This article is an excerpt from the Shortform book guide to "The Hard Thing About Hard Things" by Ben Horowitz. Shortform has the world's best summaries and analyses of books you should be reading.
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What are the two kinds of managers? Which kind is better suited to be an executive or CEO?
There are two kinds of managers: ones are strategic decision makers and twos are process runners. Most founding CEOs happen to be ones, however, the ideal leader has elements of both.
Keep reading to learn more about the two kinds of managers.
Manager Types: Ones and Twos
There are two kinds of managers:
- “Ones” are strategic decision makers. They enjoy spending time reading and thinking, when they collect information about their employees, customers, and market, then come up with new strategic ideas. They’re comfortable making complex decisions on incomplete information. They tend to be flexible in changing goals.
- “Twos” are process runners. They enjoy having clear goals and optimizing processes around these goals. Twos like progress and motion over sitting down and thinking. They get more anxious about big decisions than Ones do. They tend to be more rigid in keeping goals.
Which type is best for a CEO? Ideally, she has elements of both. A One CEO without any Two capabilities will create a chaotic company. A Two CEO without any One capabilities will slow down decision making. However, in practice, Horowitz says that most founding CEOs are Ones.
Which type is best for executives? Ideally, they’re a hybrid of both—they’re Ones when running their own teams, but Twos at the executive team level. For example, a head of marketing would take direction on the overall company direction and how marketing fits into it, then make strategic decisions for marketing within those constraints. These are “Functional Ones.”
The best model for an executive team is a One CEO surrounded by Twos/Functional Ones. This allows for fast decision making and clear goal setting at the top, which is then carried into execution by the company divisions. In contrast, having One executives report to a One CEO can cause friction when the One executives make conflicting decisions.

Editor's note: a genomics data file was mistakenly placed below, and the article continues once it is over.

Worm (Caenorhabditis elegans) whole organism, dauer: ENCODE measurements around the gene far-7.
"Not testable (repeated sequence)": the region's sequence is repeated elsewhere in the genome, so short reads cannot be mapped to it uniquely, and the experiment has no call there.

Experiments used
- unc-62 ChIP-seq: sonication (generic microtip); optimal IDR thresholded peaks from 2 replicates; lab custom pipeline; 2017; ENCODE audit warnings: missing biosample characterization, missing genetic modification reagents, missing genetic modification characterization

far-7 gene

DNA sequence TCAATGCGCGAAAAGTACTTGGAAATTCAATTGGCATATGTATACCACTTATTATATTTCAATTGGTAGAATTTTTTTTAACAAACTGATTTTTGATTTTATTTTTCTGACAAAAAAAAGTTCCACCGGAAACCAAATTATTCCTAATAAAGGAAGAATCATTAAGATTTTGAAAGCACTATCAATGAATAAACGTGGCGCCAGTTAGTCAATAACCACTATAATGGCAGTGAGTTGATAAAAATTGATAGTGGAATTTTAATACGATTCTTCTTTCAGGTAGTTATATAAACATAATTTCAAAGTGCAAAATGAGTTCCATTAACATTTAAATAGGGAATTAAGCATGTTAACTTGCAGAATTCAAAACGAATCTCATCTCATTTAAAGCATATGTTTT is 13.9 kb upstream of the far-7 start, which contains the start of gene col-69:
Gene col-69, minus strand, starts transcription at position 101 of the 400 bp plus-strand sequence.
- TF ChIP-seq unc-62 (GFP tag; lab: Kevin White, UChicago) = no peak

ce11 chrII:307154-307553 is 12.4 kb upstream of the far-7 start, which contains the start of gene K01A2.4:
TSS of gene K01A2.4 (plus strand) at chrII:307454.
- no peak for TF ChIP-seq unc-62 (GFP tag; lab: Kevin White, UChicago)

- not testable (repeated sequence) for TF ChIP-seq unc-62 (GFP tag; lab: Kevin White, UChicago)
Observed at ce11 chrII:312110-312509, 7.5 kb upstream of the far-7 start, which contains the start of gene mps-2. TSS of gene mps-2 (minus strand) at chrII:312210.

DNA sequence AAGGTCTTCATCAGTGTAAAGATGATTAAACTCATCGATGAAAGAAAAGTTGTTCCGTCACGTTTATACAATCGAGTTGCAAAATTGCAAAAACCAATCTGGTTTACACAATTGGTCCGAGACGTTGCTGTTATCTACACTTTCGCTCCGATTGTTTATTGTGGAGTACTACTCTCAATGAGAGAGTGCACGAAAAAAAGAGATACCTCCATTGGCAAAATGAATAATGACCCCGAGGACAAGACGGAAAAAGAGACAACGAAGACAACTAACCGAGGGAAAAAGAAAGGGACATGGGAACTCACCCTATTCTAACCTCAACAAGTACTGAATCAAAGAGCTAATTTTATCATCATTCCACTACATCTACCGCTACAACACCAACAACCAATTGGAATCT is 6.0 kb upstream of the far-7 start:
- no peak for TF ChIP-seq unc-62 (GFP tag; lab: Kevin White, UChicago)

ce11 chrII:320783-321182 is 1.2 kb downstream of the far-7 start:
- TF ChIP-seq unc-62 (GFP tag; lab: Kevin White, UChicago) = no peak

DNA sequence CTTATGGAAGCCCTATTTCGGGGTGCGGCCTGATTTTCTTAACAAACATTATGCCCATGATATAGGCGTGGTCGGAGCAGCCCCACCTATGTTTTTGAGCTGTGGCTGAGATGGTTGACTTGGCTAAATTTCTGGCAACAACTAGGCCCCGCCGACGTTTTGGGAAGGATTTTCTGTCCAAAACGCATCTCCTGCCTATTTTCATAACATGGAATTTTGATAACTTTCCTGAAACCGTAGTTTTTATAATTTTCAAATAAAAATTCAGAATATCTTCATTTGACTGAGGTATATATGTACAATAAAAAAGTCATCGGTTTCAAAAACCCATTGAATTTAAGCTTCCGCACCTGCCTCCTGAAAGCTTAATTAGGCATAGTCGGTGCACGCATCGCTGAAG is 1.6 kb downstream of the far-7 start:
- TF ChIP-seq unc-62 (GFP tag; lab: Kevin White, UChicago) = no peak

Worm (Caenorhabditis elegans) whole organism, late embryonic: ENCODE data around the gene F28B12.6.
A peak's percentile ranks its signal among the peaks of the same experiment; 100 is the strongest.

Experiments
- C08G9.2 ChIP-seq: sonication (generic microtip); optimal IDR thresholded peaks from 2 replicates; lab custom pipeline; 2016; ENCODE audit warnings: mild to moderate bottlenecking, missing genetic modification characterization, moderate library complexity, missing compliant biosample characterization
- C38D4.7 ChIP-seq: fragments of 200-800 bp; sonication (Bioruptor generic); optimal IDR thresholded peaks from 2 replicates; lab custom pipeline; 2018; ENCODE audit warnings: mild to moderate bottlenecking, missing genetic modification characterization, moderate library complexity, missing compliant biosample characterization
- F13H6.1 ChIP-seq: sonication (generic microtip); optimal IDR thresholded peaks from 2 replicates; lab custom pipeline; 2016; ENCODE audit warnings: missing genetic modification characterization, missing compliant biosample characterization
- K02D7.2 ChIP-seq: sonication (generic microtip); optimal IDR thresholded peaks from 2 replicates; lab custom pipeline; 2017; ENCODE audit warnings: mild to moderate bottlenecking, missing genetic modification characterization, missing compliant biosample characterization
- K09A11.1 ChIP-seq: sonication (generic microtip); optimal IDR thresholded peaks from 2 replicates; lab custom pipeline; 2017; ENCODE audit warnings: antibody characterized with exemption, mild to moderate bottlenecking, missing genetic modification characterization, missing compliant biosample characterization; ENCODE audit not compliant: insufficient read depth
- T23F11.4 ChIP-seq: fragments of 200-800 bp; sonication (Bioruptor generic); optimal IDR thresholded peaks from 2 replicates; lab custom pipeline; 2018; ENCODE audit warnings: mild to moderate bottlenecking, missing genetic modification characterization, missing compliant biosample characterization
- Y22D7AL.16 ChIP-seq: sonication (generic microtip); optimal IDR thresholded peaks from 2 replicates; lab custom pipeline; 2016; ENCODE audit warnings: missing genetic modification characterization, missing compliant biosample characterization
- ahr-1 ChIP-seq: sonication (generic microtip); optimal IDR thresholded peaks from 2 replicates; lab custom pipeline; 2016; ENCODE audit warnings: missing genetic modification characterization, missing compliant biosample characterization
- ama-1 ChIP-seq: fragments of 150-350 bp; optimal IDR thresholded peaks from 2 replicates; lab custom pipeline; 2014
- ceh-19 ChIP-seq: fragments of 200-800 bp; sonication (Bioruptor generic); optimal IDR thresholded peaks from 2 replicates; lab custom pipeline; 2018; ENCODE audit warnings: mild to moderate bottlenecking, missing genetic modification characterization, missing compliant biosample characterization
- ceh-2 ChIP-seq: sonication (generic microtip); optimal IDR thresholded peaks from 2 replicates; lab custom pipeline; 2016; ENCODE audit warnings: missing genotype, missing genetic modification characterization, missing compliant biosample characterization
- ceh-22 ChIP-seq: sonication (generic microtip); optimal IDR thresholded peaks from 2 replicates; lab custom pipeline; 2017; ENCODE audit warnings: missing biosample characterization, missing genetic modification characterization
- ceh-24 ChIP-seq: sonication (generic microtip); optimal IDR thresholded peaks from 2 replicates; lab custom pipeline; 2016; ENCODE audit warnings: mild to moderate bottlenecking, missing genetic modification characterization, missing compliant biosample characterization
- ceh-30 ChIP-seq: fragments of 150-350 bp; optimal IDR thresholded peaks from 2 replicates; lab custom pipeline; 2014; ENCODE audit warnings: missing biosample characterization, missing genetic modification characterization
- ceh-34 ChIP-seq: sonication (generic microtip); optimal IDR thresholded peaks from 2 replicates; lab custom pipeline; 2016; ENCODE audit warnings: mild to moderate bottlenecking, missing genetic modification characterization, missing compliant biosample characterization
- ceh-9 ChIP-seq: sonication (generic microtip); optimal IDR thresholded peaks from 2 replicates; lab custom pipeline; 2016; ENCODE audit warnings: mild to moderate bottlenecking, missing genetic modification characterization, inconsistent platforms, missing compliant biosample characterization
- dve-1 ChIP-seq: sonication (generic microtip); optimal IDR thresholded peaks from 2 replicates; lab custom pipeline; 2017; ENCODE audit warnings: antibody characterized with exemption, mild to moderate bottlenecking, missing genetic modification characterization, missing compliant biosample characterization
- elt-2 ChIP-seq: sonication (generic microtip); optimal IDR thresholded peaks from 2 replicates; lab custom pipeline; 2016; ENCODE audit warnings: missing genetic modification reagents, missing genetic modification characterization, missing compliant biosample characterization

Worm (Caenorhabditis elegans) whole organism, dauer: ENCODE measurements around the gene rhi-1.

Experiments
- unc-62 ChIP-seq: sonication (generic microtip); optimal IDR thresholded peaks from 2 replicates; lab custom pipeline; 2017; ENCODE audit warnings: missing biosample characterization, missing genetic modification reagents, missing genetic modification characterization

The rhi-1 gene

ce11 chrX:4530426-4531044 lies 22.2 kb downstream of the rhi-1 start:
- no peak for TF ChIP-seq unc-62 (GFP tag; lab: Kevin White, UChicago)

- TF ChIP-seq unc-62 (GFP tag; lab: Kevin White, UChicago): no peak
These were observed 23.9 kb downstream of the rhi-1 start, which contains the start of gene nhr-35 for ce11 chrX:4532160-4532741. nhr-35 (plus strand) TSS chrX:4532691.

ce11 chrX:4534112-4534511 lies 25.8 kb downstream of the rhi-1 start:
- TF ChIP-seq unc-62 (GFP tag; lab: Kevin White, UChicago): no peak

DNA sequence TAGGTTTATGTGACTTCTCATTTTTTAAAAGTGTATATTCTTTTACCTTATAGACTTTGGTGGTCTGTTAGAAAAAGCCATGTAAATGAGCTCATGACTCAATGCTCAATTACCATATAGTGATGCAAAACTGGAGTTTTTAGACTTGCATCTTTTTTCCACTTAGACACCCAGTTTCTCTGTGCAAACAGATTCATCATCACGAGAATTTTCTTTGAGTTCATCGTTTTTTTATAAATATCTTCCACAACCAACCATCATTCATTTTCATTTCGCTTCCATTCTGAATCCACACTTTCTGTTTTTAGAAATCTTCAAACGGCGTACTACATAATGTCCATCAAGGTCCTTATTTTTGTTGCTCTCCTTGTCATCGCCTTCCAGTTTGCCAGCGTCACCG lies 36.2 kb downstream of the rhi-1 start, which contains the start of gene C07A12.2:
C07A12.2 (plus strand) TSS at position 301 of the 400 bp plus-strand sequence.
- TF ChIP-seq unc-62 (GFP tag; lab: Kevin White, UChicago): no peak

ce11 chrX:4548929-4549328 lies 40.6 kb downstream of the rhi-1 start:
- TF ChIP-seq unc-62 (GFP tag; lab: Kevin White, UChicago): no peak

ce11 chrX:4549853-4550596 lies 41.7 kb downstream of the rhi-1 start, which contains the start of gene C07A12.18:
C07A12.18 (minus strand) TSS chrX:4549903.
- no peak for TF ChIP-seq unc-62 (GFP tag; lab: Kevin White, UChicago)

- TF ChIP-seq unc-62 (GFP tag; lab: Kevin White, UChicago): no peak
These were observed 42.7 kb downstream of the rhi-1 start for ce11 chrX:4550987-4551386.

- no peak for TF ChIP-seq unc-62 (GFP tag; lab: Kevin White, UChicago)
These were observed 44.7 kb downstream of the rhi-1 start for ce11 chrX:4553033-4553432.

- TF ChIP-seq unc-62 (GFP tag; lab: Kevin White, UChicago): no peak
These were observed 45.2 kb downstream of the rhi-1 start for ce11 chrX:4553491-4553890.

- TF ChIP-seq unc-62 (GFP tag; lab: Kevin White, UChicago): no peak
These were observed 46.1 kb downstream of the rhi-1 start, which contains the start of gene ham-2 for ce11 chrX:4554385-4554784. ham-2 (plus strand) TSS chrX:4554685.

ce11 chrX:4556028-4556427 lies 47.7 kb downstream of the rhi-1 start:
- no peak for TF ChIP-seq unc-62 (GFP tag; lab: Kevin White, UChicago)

This ideal model has a weakness—it makes CEO succession difficult. You have a few choices, all of which carry risks:
- Promote a Two executive to the CEO role: This leaves the company in charge of a process-oriented Two, which can slow down decision making and strategic flexibility. (Microsoft did this when replacing Bill Gates with Steve Ballmer.)
- Promote a One from a lower level: This is riskier than promoting a top-level executive, since the person is often younger and less experienced. Expect turnover from executives who will feel rejected; this can be crippling for a small company. (GE did this when promoting Jack Welch in 1981.)
- Hire a CEO from outside: Compared to promoting a CEO internally, this risks bringing in someone who has far less internal knowledge about the company and culture. The book Good to Great suggests that internally promoted CEOs do better than external hired CEOs for this reason.
CEO succession is always hard. The ideal is to promote an internal One to CEO and hope the transition goes smoothly.
Peacetime vs. Wartime CEOs
Companies can go through peacetime and wartime periods. The company needs a different type of CEO in each period.
Peacetime is when the company is handily beating its competitors and its market is growing. It can focus on further expanding the market and on strengthening the company. The company values creativity and diversity of thinking.
- An example is Google in the 2000s, when its search engine was so profitable and so competitive that it could carve out 20% of employee time on open projects and focus on blue-sky projects like broadening Internet access globally.
Wartime is when the company faces an existential threat. The threat is often external and can be caused by the macroeconomic environment, competition, changes in the supply chain. The company needs to do everything it can to survive and a limited window to do it. The company demands discipline and shuts down dissent that can compromise the mission.
- An example is Andy Grove’s Intel in the 1980s, which faced fierce competition in its core memory business from low-cost Japanese suppliers.
The CEO you need in peacetime is very different from the CEO you need in wartime.
- A peacetime CEO encourages creativity, dissent, and autonomy. A wartime CEO requires a militant focus on the mission and total agreement with the plan, and she micromanages to ensure it’s being executed.
- A peacetime CEO spends time on open strategic thinking and builds contingency plans. A wartime CEO often knows they have just one shot to survive and focuses all her effort on that.
Most management manuals are written about successful companies in peacetime. Very few are about what wartime companies have to do to survive, and so many CEOs don’t have training manuals on being a wartime CEO (Ben points out Andy Grove’s books as the rare exceptions).
At any given time, you need to know which situation you’re in and choose the right management style to execute it. It’d be a mistake to emulate Google’s famous perks and flexibility when your company is going to go bankrupt in three months.
Can a CEO be a good peacetime and wartime CEO? It’s possible but difficult. They require entirely different actions, and you need to know which situation you’re in and which rules to break.
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